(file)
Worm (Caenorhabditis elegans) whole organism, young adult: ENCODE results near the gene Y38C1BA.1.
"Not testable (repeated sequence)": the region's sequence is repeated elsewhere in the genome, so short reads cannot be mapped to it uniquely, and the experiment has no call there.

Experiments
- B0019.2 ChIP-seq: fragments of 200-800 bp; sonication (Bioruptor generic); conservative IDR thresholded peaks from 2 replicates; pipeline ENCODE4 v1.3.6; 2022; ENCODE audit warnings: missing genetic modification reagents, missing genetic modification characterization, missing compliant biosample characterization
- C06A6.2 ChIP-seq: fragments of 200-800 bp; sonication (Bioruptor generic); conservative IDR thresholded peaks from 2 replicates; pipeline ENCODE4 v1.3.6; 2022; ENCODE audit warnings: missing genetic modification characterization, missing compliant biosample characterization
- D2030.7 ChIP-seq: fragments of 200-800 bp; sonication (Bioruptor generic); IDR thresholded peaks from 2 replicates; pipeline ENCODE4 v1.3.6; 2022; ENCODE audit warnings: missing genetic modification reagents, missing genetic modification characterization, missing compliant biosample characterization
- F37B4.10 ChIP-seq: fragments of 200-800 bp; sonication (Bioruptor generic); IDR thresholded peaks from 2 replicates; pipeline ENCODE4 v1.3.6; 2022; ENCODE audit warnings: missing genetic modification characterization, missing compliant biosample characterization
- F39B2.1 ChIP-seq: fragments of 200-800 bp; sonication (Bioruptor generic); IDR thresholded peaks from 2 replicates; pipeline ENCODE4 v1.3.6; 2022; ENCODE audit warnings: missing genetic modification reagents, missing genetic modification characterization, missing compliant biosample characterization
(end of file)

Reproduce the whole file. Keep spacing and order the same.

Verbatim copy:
Worm (Caenorhabditis elegans) whole organism, young adult: ENCODE results near the gene Y38C1BA.1.
"Not testable (repeated sequence)": the region's sequence is repeated elsewhere in the genome, so short reads cannot be mapped to it uniquely, and the experiment has no call there.

Experiments
- B0019.2 ChIP-seq: fragments of 200-800 bp; sonication (Bioruptor generic); conservative IDR thresholded peaks from 2 replicates; pipeline ENCODE4 v1.3.6; 2022; ENCODE audit warnings: missing genetic modification reagents, missing genetic modification characterization, missing compliant biosample characterization
- C06A6.2 ChIP-seq: fragments of 200-800 bp; sonication (Bioruptor generic); conservative IDR thresholded peaks from 2 replicates; pipeline ENCODE4 v1.3.6; 2022; ENCODE audit warnings: missing genetic modification characterization, missing compliant biosample characterization
- D2030.7 ChIP-seq: fragments of 200-800 bp; sonication (Bioruptor generic); IDR thresholded peaks from 2 replicates; pipeline ENCODE4 v1.3.6; 2022; ENCODE audit warnings: missing genetic modification reagents, missing genetic modification characterization, missing compliant biosample characterization
- F37B4.10 ChIP-seq: fragments of 200-800 bp; sonication (Bioruptor generic); IDR thresholded peaks from 2 replicates; pipeline ENCODE4 v1.3.6; 2022; ENCODE audit warnings: missing genetic modification characterization, missing compliant biosample characterization
- F39B2.1 ChIP-seq: fragments of 200-800 bp; sonication (Bioruptor generic); IDR thresholded peaks from 2 replicates; pipeline ENCODE4 v1.3.6; 2022; ENCODE audit warnings: missing genetic modification reagents, missing genetic modification characterization, missing compliant biosample characterization